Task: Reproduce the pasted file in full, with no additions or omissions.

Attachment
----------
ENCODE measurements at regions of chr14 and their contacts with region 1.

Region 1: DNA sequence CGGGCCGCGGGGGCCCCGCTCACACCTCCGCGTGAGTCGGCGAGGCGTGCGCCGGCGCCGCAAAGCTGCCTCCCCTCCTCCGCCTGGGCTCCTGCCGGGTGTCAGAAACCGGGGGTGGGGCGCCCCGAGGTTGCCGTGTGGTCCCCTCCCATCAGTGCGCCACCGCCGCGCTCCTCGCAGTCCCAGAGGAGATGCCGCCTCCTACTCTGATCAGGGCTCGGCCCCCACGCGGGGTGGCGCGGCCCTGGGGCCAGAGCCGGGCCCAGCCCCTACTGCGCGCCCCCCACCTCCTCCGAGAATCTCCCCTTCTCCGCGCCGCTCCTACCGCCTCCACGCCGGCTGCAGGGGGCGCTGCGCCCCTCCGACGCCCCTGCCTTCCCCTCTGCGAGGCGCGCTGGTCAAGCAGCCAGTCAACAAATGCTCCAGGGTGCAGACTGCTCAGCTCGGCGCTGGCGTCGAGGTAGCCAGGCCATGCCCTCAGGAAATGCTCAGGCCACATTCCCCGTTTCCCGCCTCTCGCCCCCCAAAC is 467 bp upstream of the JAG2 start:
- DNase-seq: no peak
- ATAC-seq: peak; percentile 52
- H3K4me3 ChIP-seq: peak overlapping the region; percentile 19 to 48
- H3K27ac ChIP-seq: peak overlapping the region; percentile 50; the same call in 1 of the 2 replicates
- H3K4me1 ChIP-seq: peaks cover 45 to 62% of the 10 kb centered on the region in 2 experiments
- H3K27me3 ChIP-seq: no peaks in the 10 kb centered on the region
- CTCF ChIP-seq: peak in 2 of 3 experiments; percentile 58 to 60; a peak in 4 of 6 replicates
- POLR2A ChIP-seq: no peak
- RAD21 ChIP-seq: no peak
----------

ENCODE measurements at regions of chr14 and their contacts with region 1.

Region 1: DNA sequence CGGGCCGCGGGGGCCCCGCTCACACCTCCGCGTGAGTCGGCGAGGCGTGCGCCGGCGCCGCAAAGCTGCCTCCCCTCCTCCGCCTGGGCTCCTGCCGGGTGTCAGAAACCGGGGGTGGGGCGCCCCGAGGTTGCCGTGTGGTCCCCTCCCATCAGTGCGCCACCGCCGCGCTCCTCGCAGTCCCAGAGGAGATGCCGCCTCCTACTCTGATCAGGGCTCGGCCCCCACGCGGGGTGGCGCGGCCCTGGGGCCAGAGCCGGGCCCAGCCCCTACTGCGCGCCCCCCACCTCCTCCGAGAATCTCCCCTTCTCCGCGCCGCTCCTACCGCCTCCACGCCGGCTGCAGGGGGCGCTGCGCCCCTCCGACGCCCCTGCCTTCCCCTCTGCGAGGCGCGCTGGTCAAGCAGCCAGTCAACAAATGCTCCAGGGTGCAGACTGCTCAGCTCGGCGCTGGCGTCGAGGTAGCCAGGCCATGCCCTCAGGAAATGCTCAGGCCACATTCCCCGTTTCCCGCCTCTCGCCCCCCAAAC is 467 bp upstream of the JAG2 start:
- DNase-seq: no peak
- ATAC-seq: peak; percentile 52
- H3K4me3 ChIP-seq: peak overlapping the region; percentile 19 to 48
- H3K27ac ChIP-seq: peak overlapping the region; percentile 50; the same call in 1 of the 2 replicates
- H3K4me1 ChIP-seq: peaks cover 45 to 62% of the 10 kb centered on the region in 2 experiments
- H3K27me3 ChIP-seq: no peaks in the 10 kb centered on the region
- CTCF ChIP-seq: peak in 2 of 3 experiments; percentile 58 to 60; a peak in 4 of 6 replicates
- POLR2A ChIP-seq: no peak
- RAD21 ChIP-seq: no peak